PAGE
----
Got Homework?
Connect with other students for help. It's a free community.
Here's the question you clicked on:
 0 viewing
Can anyone explain how to differentiate exponential functions? I have the Calc 1 basic knowledge so I know the main differentiation rules (ie. 4x^2=8x) and I also know the addition, subtraction, multiplication, and division rules as well
 one year ago
 one year ago
Can anyone explain how to differentiate exponential functions? I have the Calc 1 basic knowledge so I know the main differentiation rules (ie. 4x^2=8x) and I also know the addition, subtraction, multiplication, and division rules as well
 one year ago
 one year ago

This Question is Closed

incomplteBest ResponseYou've already chosen the best response.0
You already have all the tools you need for differentiation. Do you have a specific example?
 one year ago

zepdrixBest ResponseYou've already chosen the best response.1
\[\large y=2^x\]Hmm so the variable is in the exponent position. That poses a problem. We can't apply the Power Rule that you may have learned at this point. We have to introduce logarithms in order to get the variable OUT of the exponent position.
 one year ago

bettyboop8904Best ResponseYou've already chosen the best response.0
I have e^5 and it says the answer is 0 but I don't understand why that is. and there are a couple others I don't get. Bc my book says that the exponential function is itself. Why wouldn't it be just f'(x)= e^5?
 one year ago

zepdrixBest ResponseYou've already chosen the best response.1
They're pulling a trick on you. See how e^5 contains no variable? It's just a fancy fancy looking CONSTANT, all dressed up in a suit.
 one year ago

incomplteBest ResponseYou've already chosen the best response.0
lol @zepdrix has explained it better than i would
 one year ago

zepdrixBest ResponseYou've already chosen the best response.1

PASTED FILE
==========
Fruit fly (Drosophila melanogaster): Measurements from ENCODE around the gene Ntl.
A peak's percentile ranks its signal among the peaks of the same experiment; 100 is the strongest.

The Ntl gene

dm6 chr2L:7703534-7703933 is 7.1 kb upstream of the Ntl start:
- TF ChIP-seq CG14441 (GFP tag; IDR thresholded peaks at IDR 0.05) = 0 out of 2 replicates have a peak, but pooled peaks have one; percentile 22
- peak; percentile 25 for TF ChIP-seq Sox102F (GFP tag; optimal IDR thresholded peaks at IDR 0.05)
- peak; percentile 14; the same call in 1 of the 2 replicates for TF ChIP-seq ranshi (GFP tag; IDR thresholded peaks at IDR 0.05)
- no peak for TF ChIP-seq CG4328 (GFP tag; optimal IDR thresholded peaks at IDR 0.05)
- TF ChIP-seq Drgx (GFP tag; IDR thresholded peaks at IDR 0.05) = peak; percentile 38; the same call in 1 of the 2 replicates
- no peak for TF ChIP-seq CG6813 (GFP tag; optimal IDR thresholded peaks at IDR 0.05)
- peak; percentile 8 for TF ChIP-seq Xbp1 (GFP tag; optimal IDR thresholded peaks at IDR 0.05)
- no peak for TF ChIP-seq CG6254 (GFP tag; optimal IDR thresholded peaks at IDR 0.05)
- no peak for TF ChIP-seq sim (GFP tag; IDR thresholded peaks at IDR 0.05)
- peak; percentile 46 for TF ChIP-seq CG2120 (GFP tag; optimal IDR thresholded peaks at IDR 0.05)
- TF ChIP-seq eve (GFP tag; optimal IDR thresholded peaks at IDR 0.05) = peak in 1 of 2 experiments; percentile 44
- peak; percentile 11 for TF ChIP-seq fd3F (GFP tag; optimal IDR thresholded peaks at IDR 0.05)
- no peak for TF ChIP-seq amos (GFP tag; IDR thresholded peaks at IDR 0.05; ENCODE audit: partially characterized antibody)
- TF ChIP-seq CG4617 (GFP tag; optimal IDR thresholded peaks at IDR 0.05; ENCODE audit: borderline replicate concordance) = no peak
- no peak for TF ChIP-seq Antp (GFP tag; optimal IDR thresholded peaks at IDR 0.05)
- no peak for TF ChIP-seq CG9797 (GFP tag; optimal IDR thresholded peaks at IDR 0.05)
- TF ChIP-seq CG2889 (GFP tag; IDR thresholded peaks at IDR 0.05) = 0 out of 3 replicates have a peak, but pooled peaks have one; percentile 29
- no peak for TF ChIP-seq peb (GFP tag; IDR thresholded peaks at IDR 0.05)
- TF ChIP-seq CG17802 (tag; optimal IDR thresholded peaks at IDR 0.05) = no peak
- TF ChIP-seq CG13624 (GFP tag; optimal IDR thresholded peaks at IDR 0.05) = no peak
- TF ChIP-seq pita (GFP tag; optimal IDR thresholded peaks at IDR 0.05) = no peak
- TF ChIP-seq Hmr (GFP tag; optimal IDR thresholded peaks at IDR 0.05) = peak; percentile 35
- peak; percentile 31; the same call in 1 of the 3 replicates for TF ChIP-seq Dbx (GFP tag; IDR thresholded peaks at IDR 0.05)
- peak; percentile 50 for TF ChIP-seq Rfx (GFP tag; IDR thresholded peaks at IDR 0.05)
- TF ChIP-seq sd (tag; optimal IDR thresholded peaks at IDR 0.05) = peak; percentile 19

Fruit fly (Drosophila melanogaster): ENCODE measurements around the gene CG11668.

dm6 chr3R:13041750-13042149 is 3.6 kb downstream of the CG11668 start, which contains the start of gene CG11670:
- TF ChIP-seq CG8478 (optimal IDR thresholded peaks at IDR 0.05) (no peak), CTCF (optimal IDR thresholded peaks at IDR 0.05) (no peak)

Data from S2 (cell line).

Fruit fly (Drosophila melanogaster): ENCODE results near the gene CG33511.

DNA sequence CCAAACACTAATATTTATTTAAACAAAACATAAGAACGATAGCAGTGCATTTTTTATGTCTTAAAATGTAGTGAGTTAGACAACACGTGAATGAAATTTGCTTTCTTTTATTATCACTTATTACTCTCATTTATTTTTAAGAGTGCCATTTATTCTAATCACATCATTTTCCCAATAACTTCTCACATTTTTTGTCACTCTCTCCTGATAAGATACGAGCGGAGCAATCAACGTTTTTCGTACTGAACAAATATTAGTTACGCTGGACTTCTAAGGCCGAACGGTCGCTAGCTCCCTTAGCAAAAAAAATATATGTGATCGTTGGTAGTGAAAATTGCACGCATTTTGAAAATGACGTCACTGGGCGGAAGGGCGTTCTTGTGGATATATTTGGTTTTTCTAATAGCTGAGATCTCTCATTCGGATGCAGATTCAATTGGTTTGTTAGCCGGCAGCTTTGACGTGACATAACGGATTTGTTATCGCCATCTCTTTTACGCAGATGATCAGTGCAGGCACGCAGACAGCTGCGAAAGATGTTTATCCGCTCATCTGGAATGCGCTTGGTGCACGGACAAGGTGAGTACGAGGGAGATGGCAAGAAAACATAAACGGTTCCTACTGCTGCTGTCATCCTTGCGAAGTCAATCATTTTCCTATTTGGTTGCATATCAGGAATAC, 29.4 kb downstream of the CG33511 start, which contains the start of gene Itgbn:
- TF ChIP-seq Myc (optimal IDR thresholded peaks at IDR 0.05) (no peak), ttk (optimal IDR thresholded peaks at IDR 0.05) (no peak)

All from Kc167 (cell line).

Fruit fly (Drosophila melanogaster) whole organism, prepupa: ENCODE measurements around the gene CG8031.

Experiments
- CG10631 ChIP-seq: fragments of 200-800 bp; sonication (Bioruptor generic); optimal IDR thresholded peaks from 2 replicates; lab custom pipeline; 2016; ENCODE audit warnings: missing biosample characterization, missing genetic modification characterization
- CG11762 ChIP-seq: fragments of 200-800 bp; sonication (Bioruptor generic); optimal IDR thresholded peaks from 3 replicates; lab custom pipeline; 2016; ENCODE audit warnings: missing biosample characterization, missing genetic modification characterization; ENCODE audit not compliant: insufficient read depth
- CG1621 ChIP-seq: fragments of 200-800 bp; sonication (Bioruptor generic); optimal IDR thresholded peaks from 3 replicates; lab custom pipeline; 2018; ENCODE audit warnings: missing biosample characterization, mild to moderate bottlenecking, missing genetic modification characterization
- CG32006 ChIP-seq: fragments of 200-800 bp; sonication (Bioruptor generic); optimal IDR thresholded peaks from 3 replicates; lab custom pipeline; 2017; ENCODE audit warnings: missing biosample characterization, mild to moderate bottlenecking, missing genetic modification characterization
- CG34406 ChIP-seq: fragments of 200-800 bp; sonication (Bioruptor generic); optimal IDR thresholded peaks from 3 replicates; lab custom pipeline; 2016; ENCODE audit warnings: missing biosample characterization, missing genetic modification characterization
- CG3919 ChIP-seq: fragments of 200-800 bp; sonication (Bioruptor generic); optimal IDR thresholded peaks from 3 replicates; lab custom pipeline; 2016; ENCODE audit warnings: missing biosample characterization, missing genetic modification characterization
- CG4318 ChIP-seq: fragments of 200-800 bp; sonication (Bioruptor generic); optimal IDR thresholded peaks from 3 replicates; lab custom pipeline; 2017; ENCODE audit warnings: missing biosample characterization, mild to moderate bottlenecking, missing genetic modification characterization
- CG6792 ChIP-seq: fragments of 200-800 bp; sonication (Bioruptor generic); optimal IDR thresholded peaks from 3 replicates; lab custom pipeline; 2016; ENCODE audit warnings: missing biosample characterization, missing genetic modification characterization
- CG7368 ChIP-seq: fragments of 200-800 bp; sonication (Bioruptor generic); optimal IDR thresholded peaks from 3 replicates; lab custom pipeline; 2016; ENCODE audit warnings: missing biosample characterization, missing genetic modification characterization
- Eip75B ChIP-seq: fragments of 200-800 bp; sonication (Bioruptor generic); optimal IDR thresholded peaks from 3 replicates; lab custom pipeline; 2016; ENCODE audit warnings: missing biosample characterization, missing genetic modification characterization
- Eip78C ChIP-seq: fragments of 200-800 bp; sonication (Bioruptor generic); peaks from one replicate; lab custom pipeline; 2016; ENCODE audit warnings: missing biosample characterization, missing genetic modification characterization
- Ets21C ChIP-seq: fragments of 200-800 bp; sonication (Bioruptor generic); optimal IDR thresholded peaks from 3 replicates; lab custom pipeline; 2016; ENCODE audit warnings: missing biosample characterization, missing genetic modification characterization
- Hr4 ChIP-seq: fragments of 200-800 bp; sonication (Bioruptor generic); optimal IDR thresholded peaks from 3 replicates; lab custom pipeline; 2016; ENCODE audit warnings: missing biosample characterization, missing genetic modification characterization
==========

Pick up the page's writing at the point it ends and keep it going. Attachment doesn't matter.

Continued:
\[\large f(x)=e^5 \qquad \qquad \rightarrow \qquad \qquad f(x)=148.4\]See how the derivative is going to turn out? :) What happens when you take the derivative of a constant?
 one year ago

bettyboop8904Best ResponseYou've already chosen the best response.0
\[e^{2x}\div e^{4x ^{2}} + \cos(e ^{7x})\]
 one year ago

bettyboop8904Best ResponseYou've already chosen the best response.0
it approaches infinity?
 one year ago

bettyboop8904Best ResponseYou've already chosen the best response.0
that was me answering the post before i posted that big equation @zepdrix
 one year ago

bettyboop8904Best ResponseYou've already chosen the best response.0
i think i answered wrong lol
 one year ago

zepdrixBest ResponseYou've already chosen the best response.1
Nooo silly! :O That's one of those main derivative rules that you want to know at this point! :) A constant will give you 0 when you differentiate it. A derivative measures change. A constant is something that stays constant, doesn't change. So how much does `something that doesn't change` ... change? zerooooOooOO!
 one year ago

zepdrixBest ResponseYou've already chosen the best response.1
What do we need to do with the big messy problem? Take it's derivative?
 one year ago

bettyboop8904Best ResponseYou've already chosen the best response.0
That's right sorry, see the problem i have is answering questions that are put in to words haha but a lot of people struggle with that, exactly why i hate optimization problems = ( but yes derivative of a constant is 0. So why wouldn't it be 1 then? Isn't anything to the 0 power 1?
 one year ago

bettyboop8904Best ResponseYou've already chosen the best response.0
And differentiate it
 one year ago

bettyboop8904Best ResponseYou've already chosen the best response.0
taking the derivative and differentiating are the same thing right?
 one year ago

zepdrixBest ResponseYou've already chosen the best response.1
Yes, just fancy words ^^
 one year ago

bettyboop8904Best ResponseYou've already chosen the best response.0
ok that's what i thought lol
 one year ago

bettyboop8904Best ResponseYou've already chosen the best response.0
So I have the answer for the big equation from my neighbors notes but it doesn't make sense to me so that's why I want to ask about it = )
 one year ago

zepdrixBest ResponseYou've already chosen the best response.1